Health Department and Keweenaw Bay Indian Community monitor water quality at local beaches

HANCOCK:   The hot, lazy days of summer are perfect for a visit to one of the Western U.P.’s public bathing beaches. Health Department staff also enjoy visiting the beach – for recreation and to monitor water quality for contaminates that can cause illness.  

Western UP Health Department currently tests water quality weekly at twenty-one (21) public bathing beaches across Gogebic, Ontonagon, Baraga, Houghton, and Keweenaw counties. The Natural Resource Department of the Keweenaw Bay Indian Community tests water quality weekly at seven (7) additional locations in Baraga County.  Water quality parameters such as turbidity, temperature, and possible contamination sources are investigated at each beach. The water is then tested for the indicator organism E. coli.  According to Stephanie Cree, KBIC’s Water Resource Specialist, “This is KBIC’s second year sampling at our local beaches, we are excited to continue providing this service to the community.”  

According to the United States Environmental Protection Agency (EPA), the presence of E. coli bacteria in large numbers indicates that fecal contamination has occurred and harmful pathogens may be present in the water. Any beach with an unacceptable E. coli level would be closed to swimming by the Health Department or KBIC in order to protect public health until the contamination has cleared and the beach tests safe.

According to Tanya Rule, the Health Department’s Environmental Health Director, “higher than normal E. coli numbers can be expected after heavy rainstorms, especially if large numbers of geese and gulls frequent a beach. Rainstorms wash bird droppings from the beach into the lake water, increasing the amount of E.coli in the water.” Symptoms of exposure to E.coli include gastrointestinal problems such as nausea and diarrhea.

Water bodies with large numbers of ducks, geese, and snails also provide habitat for the flatworms that cause swimmer’s itch. August is typically the month the Health Department begins receiving complaints about swimmer’s itch.  “When we receive a complaint from beach users who have swimmer’s itch, Health Department staff post warning signs at the beach and notify the beach owner,” Rule said.  “So reporting swimmer’s itch to the health department is important.”

Swimmer’s itch, also known medically as cercarial dermatitis, is caused when tiny larval flatworms enter a bather’s skin while the person is swimming. The flatworm is unable to enter human blood vessels, and therefore, dies in the skin. Some people can have an allergic reaction to the parasite and suffer itchy, redden, raised areas on their skin with symptoms lasting for about a week. The condition is self-limiting because the immune system takes care of the intruders and the itchy rash simply disappears after that. However, at the peak of symptoms, corticosteroid cream and an oral antihistamine drug may be needed to control the itch.  Towel drying immediately after leaving the water can help prevent swimmer’s itch.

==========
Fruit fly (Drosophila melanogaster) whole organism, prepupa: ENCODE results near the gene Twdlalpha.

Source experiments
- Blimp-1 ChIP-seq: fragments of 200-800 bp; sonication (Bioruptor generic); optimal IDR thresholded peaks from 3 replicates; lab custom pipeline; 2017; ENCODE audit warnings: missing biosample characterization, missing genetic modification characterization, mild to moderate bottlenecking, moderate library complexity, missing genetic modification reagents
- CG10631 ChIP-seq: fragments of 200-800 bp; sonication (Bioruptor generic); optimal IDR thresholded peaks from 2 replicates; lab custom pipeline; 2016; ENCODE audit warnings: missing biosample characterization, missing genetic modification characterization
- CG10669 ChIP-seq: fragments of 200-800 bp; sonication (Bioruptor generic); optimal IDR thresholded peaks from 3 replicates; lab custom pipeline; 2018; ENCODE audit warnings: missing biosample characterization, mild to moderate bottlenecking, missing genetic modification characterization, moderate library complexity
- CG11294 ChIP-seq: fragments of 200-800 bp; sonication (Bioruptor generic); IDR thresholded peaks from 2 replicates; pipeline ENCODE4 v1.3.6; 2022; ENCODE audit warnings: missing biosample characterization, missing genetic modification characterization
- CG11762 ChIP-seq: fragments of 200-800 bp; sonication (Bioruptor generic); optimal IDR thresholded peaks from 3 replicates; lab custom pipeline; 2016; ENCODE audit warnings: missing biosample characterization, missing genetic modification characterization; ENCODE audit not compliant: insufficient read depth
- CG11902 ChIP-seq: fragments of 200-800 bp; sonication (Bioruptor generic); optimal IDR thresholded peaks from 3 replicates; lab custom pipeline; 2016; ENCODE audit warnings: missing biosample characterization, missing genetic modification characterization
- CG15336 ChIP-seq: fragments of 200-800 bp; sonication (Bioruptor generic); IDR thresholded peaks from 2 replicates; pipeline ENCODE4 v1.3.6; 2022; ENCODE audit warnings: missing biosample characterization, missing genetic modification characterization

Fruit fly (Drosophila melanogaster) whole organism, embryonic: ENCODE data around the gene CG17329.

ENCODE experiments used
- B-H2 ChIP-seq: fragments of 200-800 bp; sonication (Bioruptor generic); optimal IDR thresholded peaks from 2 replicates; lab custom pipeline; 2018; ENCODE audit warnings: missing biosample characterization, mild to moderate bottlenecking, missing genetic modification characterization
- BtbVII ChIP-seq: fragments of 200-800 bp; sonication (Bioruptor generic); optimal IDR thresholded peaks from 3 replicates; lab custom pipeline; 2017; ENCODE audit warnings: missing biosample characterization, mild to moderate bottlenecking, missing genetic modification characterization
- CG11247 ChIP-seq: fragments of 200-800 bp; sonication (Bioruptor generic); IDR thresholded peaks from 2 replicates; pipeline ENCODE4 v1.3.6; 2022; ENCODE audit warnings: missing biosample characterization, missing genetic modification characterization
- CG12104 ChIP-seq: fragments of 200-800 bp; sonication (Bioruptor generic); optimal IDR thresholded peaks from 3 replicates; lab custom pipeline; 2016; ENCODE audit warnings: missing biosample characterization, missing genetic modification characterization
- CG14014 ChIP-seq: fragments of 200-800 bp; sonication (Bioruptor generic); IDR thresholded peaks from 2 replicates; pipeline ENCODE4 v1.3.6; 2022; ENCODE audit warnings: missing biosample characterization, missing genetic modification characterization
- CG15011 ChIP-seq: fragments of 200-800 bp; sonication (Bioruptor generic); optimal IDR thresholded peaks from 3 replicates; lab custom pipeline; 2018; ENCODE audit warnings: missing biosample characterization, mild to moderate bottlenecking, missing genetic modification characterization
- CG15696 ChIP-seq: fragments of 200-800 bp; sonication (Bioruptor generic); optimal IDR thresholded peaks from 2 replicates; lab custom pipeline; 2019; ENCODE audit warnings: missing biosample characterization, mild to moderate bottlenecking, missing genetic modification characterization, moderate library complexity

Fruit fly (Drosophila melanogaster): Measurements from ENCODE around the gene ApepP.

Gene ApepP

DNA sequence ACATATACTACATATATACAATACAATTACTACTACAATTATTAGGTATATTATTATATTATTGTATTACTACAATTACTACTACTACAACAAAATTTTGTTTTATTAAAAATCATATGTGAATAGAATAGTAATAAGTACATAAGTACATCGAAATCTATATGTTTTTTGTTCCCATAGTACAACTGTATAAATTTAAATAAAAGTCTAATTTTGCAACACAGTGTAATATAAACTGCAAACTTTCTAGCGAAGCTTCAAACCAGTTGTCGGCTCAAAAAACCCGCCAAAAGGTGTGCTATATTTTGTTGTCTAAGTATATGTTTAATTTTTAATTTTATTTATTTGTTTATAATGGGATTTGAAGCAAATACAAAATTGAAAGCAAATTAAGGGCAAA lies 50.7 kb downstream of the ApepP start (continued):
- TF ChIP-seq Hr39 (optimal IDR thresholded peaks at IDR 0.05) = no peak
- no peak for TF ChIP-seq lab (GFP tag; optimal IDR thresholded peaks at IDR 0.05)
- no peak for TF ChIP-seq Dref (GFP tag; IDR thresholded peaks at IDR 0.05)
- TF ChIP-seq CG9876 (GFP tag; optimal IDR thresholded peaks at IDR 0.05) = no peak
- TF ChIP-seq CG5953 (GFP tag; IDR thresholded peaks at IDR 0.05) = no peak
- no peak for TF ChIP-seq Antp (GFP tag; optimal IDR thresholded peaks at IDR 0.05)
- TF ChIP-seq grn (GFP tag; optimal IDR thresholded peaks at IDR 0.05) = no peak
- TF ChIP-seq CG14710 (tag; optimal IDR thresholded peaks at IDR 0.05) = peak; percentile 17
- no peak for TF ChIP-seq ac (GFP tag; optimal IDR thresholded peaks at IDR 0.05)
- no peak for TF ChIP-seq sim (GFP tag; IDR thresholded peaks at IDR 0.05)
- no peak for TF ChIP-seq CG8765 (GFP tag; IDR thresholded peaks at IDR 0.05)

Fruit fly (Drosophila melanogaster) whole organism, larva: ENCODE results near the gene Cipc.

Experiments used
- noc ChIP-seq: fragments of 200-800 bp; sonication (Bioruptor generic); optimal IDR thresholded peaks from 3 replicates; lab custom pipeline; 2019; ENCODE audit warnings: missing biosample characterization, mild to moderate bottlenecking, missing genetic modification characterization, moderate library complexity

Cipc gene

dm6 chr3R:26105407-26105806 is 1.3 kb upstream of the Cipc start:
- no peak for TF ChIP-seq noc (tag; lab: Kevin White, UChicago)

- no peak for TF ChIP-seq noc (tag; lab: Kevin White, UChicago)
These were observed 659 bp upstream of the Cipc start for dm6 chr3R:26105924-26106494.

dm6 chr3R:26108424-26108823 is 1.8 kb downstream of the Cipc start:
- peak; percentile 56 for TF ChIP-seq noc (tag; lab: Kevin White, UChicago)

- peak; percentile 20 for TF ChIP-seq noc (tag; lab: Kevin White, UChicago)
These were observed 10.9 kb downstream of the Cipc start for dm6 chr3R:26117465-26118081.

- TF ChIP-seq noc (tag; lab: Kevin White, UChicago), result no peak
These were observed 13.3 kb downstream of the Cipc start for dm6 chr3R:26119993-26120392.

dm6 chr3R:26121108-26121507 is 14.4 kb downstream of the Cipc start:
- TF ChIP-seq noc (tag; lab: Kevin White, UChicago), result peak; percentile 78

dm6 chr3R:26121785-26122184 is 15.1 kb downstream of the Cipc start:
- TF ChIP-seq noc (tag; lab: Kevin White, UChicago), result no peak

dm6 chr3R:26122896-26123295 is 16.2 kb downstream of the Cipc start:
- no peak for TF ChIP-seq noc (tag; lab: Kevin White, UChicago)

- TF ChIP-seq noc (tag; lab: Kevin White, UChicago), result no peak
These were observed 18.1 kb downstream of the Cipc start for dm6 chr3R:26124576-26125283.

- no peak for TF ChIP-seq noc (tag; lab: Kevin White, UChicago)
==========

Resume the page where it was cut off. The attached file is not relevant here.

The usual hosts for the flatworms that cause swimmer’s itch are ducks, geese, and snails. The flatworms also have a free-swimming stage in fresh water lakes. During July and August, swimmers can be exposed to large numbers of these flatworms along shorelines. Swimming in areas with large water fowl populations and snails should be avoided. Additional information about swimmer’s itch can be found on the Health Department’s website www.wuphd.org.

Weekly beach inspections and water quality monitoring is being conducted by the Health Department and Keweenaw Bay Indian Community Natural Resource Department at the following Western U.P. public beaches and the test results may be viewed on the MDEQ’s beach website www.deq.state.mi.us/beach/.

Baraga County:       

  • L’Anse Waterfront Park
  • First Sand’s Beach
  • Zeba Boat Launch
  • The Alligator
  • Head of the Bay
  • Ojibwa Campground Beach
  • Sandpoint Beach North
  • Sandpoint Beach South

Gogebic County:     

  • Gogebic County Beach on Lake Gogebic
  • Lake Gogebic State Park    
  • Sunday Lake Campground and Beach

Houghton County:  

  • Agate Beach
  • Chassell Beach
  • Dollar Bay Beach
  • Hancock City Park Beach
  • Houghton City Beach
  • Calumet Waterworks Beach
  • McLain State Park
  • Twin Lakes State Park

Keweenaw County:

  • Eagle Harbor Beach
  • Eagle River Beach
  • Lake Fanny Hooe Campground
  • Lighthouse Overlook

Ontonagon County:

  • Bergland Township Beach on Lake Gogebic    
  • Ontonagon Township Park
  • Ontonagon County Park on Lake Gogebic
  • Porcupine Mountain State Park
  • Bond Falls Beach

All beach test results along with the status of each beach are available online on the Michigan Department of Environment, Great Lakes, and Energy website at www.deq.state.mi.us/beach/ or you can link through the health department’s website at www.wupdhd.org/beach-monitoring/. You can also search online for “Michigan Beachguard”.